There’s so much to explore in the world of style, and I don’t mean chasing after fashion trends. There are different cuts of jeans that flatter different body types, and different jean materials that are more or less comfortable around the year. Wearing the same outfit but switching up your shoes can have a dramatic effect on how you look and feel, so why limit yourself?
Colors, patterns, cuts, materials—all of these can be mixed and matched to express yourself to the fullest, and this lets you exercise your innate creativity in new ways. And you don’t have to fit into a certain “kind” of style. Come up with your own, one that fits your personality!
3. Your Style Affects How Others Treat You
This isn’t the same thing as caring what other people think of you and allowing their opinions to dictate how you live your life, although there is definitely a thin line here.
First impressions matter. In an ideal world, people wouldn’t judge books by their covers—but the truth is, the way someone takes care of their appearance (or doesn’t) says a lot about them. When someone sees that you put effort in how you dress, even if it’s just to buy t-shirts that fit well instead of hang loosely, they’ll subconsciously take you more seriously. You’ll seem more mature, your words will hold more weight, and you’ll seem more likable.
You’ll land more jobs and promotions. First impressions matter, which is why a strong sense of style can help you land jobs (for the reasons stated above). But ongoing impressions matter, and if your boss sees that you’re responsible with your outward appearance, they have more reason to believe you’ll take care of whatever responsibilities they hand you. Between two equally qualified candidates, the one who dresses better has an advantage.
Style is a big factor in attractiveness. Who doesn’t want to be attractive? We all want to look and feel our best without compromising who we are. Dressing well is not about changing who you are, but allowing who you’ve been all along to shine through via a style that honestly represents you. Clothing can make you look more attractive or less attractive. Don’t settle for the latter.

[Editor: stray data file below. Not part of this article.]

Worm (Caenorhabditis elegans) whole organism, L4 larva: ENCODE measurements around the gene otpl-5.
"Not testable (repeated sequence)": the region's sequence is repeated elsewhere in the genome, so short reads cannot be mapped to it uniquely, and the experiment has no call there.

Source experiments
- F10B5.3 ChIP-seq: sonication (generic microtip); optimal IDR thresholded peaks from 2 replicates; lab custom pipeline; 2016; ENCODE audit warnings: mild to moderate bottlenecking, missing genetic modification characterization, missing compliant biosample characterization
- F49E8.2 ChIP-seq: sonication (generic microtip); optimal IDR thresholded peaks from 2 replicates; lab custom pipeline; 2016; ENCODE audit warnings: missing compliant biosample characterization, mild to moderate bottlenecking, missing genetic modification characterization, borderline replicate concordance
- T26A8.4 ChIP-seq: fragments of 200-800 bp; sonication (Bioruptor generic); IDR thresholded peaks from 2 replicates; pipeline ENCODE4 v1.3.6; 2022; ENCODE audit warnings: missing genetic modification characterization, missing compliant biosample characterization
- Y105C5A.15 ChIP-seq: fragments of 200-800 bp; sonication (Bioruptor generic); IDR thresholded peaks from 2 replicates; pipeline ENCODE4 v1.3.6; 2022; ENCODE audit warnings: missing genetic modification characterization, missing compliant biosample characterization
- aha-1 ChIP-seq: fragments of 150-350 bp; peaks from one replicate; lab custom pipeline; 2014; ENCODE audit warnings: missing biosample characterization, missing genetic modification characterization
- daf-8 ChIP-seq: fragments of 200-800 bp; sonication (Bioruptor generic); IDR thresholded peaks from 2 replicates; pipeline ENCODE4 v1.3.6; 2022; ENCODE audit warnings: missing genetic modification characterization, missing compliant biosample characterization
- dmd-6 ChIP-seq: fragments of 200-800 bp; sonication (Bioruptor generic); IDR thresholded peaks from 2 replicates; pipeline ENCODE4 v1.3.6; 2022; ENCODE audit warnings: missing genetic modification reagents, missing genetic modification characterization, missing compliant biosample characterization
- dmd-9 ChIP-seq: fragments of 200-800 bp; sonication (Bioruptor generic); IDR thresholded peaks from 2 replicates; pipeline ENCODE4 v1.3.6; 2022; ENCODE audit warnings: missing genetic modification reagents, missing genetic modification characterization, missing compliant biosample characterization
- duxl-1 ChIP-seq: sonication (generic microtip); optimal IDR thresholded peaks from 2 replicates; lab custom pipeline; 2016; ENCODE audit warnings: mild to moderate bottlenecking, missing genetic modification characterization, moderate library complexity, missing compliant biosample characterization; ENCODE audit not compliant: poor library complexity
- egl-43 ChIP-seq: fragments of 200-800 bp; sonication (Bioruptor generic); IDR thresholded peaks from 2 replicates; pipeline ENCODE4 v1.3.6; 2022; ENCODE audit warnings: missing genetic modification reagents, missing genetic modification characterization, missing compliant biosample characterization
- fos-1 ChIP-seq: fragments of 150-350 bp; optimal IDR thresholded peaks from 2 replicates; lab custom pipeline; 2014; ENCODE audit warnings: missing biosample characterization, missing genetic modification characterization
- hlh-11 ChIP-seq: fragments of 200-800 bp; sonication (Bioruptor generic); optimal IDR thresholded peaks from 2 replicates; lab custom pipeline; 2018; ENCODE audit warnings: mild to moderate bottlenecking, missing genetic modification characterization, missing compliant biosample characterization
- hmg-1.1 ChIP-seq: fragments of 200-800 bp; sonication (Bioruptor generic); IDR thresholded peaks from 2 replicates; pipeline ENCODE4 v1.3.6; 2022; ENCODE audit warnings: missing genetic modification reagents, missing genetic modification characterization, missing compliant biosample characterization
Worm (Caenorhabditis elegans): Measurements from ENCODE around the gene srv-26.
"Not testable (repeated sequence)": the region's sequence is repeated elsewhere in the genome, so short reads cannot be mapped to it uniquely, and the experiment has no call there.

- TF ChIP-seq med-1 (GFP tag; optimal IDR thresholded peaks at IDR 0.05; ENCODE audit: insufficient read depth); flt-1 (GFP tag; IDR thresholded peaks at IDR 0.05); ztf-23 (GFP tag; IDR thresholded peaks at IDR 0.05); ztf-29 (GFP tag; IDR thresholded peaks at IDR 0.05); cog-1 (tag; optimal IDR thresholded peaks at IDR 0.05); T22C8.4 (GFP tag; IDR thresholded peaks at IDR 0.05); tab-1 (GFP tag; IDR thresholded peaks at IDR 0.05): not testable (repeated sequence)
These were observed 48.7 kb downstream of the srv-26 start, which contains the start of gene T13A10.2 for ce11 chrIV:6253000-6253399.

4. You’ll Learn a Lot Along the Way
First, you’ll learn all kinds of common knowledge. Are your clothes sized properly? What is twill? How many kinds of leather are there? What’s so great about wool? Why is it bad to wear brown and black together? When is it OK to wear plaid patterns, striped patterns, or solid colors? Which colors are more versatile, and which ones are riskier to pull off?
Second, you’ll learn plenty of life skills. It’s rare for someone to enjoy chores like washing clothes, ironing pants, getting a smart haircut and styling it a certain way, exercising skin care and even beard care, and all the other “adult” activities that come with growing up. But it’s important to know how to do these things, and the more you do them, the faster you’ll get. Life skills are necessary to be a well-rounded individual, and you’ll pick these up over time on your personal style journey.
Third, you’ll learn a lot about yourself: what you like, what you dislike, and how you feel about the various colors, patterns, materials, and whatever else you’ll encounter along the journey. Knowing yourself on a deeper level is one of many steps toward personal growth and maturity, and more importantly, you’ll feel more comfortable in your own skin. I guarantee it.